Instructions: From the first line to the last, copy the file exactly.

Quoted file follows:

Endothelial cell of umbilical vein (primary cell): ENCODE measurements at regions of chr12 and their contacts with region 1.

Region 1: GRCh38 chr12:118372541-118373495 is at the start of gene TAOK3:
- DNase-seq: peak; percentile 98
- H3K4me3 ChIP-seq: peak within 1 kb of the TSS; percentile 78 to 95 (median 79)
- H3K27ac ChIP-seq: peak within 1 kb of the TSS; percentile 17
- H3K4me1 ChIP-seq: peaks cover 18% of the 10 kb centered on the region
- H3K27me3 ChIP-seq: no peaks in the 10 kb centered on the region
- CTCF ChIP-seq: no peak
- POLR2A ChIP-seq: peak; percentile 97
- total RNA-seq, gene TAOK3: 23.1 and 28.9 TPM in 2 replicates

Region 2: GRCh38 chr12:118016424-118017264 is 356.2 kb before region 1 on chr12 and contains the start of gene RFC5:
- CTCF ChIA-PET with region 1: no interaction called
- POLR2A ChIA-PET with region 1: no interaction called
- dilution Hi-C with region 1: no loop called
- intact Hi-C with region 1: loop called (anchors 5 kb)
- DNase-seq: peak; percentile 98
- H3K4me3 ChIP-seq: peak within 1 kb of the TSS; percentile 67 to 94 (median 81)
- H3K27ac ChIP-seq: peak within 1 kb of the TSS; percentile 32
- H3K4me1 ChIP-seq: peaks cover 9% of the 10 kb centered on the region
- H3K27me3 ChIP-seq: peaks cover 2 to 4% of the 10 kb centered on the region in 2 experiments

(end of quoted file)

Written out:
Endothelial cell of umbilical vein (primary cell): ENCODE measurements at regions of chr12 and their contacts with region 1.

Region 1: GRCh38 chr12:118372541-118373495 is at the start of gene TAOK3:
- DNase-seq: peak; percentile 98
- H3K4me3 ChIP-seq: peak within 1 kb of the TSS; percentile 78 to 95 (median 79)
- H3K27ac ChIP-seq: peak within 1 kb of the TSS; percentile 17
- H3K4me1 ChIP-seq: peaks cover 18% of the 10 kb centered on the region
- H3K27me3 ChIP-seq: no peaks in the 10 kb centered on the region
- CTCF ChIP-seq: no peak
- POLR2A ChIP-seq: peak; percentile 97
- total RNA-seq, gene TAOK3: 23.1 and 28.9 TPM in 2 replicates

Region 2: GRCh38 chr12:118016424-118017264 is 356.2 kb before region 1 on chr12 and contains the start of gene RFC5:
- CTCF ChIA-PET with region 1: no interaction called
- POLR2A ChIA-PET with region 1: no interaction called
- dilution Hi-C with region 1: no loop called
- intact Hi-C with region 1: loop called (anchors 5 kb)
- DNase-seq: peak; percentile 98
- H3K4me3 ChIP-seq: peak within 1 kb of the TSS; percentile 67 to 94 (median 81)
- H3K27ac ChIP-seq: peak within 1 kb of the TSS; percentile 32
- H3K4me1 ChIP-seq: peaks cover 9% of the 10 kb centered on the region
- H3K27me3 ChIP-seq: peaks cover 2 to 4% of the 10 kb centered on the region in 2 experiments